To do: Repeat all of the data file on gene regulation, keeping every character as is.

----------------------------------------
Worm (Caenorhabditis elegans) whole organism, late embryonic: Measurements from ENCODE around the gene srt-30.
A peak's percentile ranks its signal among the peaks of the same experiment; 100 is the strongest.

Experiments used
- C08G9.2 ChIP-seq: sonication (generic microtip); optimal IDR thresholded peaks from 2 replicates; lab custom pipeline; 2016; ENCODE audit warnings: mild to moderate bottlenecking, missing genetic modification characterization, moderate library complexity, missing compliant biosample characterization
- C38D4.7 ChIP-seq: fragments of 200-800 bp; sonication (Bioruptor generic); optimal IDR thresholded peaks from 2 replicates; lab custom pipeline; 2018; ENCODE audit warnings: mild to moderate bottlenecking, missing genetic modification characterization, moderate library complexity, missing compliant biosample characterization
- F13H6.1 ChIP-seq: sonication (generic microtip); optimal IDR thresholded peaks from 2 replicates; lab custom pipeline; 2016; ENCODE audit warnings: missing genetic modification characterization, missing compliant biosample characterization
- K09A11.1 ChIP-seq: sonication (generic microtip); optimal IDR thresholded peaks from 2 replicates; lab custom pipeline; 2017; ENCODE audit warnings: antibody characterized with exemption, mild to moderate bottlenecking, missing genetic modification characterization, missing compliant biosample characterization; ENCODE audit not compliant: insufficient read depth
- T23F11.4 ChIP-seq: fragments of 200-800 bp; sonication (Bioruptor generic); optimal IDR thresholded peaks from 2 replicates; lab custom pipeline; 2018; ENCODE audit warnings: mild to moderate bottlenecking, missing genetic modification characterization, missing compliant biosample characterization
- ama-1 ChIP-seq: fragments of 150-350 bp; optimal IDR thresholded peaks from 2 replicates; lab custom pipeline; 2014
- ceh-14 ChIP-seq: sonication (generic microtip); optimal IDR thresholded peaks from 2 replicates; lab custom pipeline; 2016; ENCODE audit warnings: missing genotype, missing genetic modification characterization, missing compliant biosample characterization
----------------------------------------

Worm (Caenorhabditis elegans) whole organism, late embryonic: Measurements from ENCODE around the gene srt-30.
A peak's percentile ranks its signal among the peaks of the same experiment; 100 is the strongest.

Experiments used
- C08G9.2 ChIP-seq: sonication (generic microtip); optimal IDR thresholded peaks from 2 replicates; lab custom pipeline; 2016; ENCODE audit warnings: mild to moderate bottlenecking, missing genetic modification characterization, moderate library complexity, missing compliant biosample characterization
- C38D4.7 ChIP-seq: fragments of 200-800 bp; sonication (Bioruptor generic); optimal IDR thresholded peaks from 2 replicates; lab custom pipeline; 2018; ENCODE audit warnings: mild to moderate bottlenecking, missing genetic modification characterization, moderate library complexity, missing compliant biosample characterization
- F13H6.1 ChIP-seq: sonication (generic microtip); optimal IDR thresholded peaks from 2 replicates; lab custom pipeline; 2016; ENCODE audit warnings: missing genetic modification characterization, missing compliant biosample characterization
- K09A11.1 ChIP-seq: sonication (generic microtip); optimal IDR thresholded peaks from 2 replicates; lab custom pipeline; 2017; ENCODE audit warnings: antibody characterized with exemption, mild to moderate bottlenecking, missing genetic modification characterization, missing compliant biosample characterization; ENCODE audit not compliant: insufficient read depth
- T23F11.4 ChIP-seq: fragments of 200-800 bp; sonication (Bioruptor generic); optimal IDR thresholded peaks from 2 replicates; lab custom pipeline; 2018; ENCODE audit warnings: mild to moderate bottlenecking, missing genetic modification characterization, missing compliant biosample characterization
- ama-1 ChIP-seq: fragments of 150-350 bp; optimal IDR thresholded peaks from 2 replicates; lab custom pipeline; 2014
- ceh-14 ChIP-seq: sonication (generic microtip); optimal IDR thresholded peaks from 2 replicates; lab custom pipeline; 2016; ENCODE audit warnings: missing genotype, missing genetic modification characterization, missing compliant biosample characterization